Criminal lawyers “help mould the rights of individuals for generations to come”: Greenspan

Eddie GreenspanStudents, staff and members of the community learned about the role of the criminal lawyer from one of Canada’s best, during an appearance by famed defence lawyer Edward Greenspan September 18 organized by NC’s School of Justice Studies.

Greenspan, whose remarkable career has seen him defend some of Canada’s most high-profile accused, spoke to a capacity crowd at NC’s Applied Health Auditorium.

For Greenspan, it was a homecoming of sorts – the Niagara Falls native, after graduating from law school in the early 1960s, articled in Welland with then-Crown Attorney Don Scott, and had his first trial experience against famed Welland lawyer Allan Goodman.

“It’s always a great pleasure to return to my roots, which are here,” he said.

Greenspan spent the evening explaining – and advocating for – the role of the criminal lawyer in Canadian society, which he admits is often misunderstood and looked down upon by those who have trouble accepting that someone would willingly defend those who have committed heinous crimes.

“Even my own mother was ambivalent about what I do for a living,” he said. “I’ve often said that Al Capone’s mother had a much more tolerant understanding of her son’s job than my mother had of mine.”

What those who deride his profession fail to see, he says, is the distinction between the individual, and what the individual stands accused of doing.

“I don’t have the slightest moral conflict in defending people accused of homicide, sexual assault, business fraud, environmental offences or even crimes against humanity,” he said. “I don’t draw the line at anything; if I defended crime, maybe I would, but I don’t defend crime —  I only defend people who are presumed to be innocent.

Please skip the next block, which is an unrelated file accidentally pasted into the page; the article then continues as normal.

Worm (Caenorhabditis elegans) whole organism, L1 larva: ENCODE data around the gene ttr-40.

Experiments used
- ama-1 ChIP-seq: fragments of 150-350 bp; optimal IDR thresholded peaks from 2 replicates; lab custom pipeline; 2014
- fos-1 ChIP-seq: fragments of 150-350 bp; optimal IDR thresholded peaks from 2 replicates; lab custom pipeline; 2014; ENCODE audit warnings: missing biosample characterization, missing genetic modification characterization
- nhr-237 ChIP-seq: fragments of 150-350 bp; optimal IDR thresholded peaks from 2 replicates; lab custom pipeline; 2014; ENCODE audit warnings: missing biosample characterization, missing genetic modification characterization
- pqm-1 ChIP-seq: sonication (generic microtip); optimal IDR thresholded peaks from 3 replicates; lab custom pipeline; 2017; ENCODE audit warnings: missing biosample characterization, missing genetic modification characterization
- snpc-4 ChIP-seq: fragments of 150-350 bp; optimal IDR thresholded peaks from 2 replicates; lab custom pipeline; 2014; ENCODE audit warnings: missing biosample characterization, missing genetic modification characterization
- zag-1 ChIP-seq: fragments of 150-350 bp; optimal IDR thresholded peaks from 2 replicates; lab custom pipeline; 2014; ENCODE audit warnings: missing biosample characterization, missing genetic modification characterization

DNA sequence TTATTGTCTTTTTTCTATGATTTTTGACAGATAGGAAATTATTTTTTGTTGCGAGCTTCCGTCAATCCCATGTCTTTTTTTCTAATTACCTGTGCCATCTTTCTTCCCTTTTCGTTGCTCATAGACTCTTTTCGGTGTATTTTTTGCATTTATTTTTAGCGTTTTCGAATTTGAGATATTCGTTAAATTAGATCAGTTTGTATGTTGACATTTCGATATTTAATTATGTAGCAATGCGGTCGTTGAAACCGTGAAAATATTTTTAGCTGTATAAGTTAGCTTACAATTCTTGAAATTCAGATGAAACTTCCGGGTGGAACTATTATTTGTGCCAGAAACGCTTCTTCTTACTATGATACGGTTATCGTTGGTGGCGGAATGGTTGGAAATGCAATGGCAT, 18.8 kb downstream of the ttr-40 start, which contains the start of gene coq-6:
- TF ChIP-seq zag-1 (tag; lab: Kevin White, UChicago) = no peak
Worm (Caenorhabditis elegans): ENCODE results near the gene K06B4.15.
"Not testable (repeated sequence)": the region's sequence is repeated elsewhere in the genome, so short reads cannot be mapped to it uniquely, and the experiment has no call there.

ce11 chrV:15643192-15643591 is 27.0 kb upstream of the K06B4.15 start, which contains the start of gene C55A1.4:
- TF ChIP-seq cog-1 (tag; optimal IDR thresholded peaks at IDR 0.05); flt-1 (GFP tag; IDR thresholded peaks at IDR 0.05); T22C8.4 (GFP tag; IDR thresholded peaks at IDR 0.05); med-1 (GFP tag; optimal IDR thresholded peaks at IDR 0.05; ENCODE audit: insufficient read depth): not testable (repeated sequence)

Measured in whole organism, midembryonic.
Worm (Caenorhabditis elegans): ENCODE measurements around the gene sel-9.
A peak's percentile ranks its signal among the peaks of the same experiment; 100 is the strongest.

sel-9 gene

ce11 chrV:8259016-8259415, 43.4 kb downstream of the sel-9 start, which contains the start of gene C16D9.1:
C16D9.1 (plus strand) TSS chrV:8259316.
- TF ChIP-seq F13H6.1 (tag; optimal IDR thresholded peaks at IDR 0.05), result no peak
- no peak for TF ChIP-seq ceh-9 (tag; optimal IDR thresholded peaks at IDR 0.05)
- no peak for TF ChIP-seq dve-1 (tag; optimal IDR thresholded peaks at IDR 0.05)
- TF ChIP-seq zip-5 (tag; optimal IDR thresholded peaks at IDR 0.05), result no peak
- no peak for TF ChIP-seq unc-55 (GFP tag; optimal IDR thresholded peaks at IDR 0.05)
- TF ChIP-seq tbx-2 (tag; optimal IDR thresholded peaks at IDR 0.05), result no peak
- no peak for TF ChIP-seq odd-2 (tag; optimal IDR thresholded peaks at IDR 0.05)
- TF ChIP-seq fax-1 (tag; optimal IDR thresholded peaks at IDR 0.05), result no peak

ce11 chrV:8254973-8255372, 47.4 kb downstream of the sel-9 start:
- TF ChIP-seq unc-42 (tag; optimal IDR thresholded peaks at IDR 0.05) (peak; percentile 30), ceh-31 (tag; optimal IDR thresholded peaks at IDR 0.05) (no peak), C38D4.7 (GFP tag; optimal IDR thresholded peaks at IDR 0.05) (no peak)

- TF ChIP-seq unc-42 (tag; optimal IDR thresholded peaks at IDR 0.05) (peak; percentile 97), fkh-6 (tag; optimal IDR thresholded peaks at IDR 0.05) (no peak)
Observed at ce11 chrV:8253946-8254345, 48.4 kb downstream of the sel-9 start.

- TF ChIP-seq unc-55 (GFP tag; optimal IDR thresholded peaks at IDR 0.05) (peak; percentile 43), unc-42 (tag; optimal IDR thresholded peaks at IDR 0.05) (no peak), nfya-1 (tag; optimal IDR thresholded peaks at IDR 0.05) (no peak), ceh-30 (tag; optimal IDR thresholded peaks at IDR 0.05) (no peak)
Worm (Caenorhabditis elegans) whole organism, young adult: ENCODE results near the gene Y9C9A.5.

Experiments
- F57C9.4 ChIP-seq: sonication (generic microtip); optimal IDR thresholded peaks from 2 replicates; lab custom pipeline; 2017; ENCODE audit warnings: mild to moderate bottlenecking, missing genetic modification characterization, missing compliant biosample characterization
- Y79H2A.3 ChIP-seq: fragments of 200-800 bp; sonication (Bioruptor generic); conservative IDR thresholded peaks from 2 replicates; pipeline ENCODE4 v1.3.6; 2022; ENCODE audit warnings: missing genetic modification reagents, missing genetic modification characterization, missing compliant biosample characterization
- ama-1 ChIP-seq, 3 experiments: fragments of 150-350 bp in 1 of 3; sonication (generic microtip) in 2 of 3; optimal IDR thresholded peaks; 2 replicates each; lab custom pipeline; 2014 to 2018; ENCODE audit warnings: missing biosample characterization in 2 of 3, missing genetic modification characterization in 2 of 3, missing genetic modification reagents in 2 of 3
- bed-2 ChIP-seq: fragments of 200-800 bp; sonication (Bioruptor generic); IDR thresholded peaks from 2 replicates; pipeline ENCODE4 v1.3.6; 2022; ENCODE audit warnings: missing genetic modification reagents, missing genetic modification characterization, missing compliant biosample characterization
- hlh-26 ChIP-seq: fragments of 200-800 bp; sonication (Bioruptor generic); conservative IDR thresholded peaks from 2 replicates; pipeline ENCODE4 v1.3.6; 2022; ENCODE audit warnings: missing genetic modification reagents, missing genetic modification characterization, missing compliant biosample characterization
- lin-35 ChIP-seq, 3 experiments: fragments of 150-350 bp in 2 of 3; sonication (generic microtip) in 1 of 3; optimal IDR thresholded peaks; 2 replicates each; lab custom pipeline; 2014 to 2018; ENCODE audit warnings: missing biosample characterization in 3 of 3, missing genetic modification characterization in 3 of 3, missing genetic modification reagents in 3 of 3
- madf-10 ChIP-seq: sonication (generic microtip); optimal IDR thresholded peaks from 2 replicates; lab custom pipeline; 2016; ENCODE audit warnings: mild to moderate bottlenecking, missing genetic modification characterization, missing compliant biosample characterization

Criminal lawyers, Greenspan says, play an important role in the judicial system as the only element tasked solely with defending the rights of an accused individual above all else.

“Insofar as the law permits, (the criminal lawyer) must put the accusers on trial,” he said. “This is a defence lawyer’s duty – a duty not only to the client, but to society.”

Greenspan also pointed to criminal lawyers throughout history who have used their skills and abilities to make lasting impacts on society – from founding fathers such as Sir John A. MacDonald to famed trial attorney Clarence Darrow.

“If you are a criminal lawyer, you stand between the abuse of governmental power and the individual,” he said. “If you are a criminal lawyer you stand between the abuse of judicial power and the individual, and if you are a criminal lawyer you are helping to mould the rights of individuals for generations to come.”

It was Justice Studies professor Jim Norgate who initially reached out to Greenspan, with the hopes of initiating a distinguished speaker event that gave students the opportunity to hear from “the best of the best.”

“When he learned what we were trying to do, Mr. Greenspan was very receptive, and he couldn’t have been more accommodating,” Norgate said.

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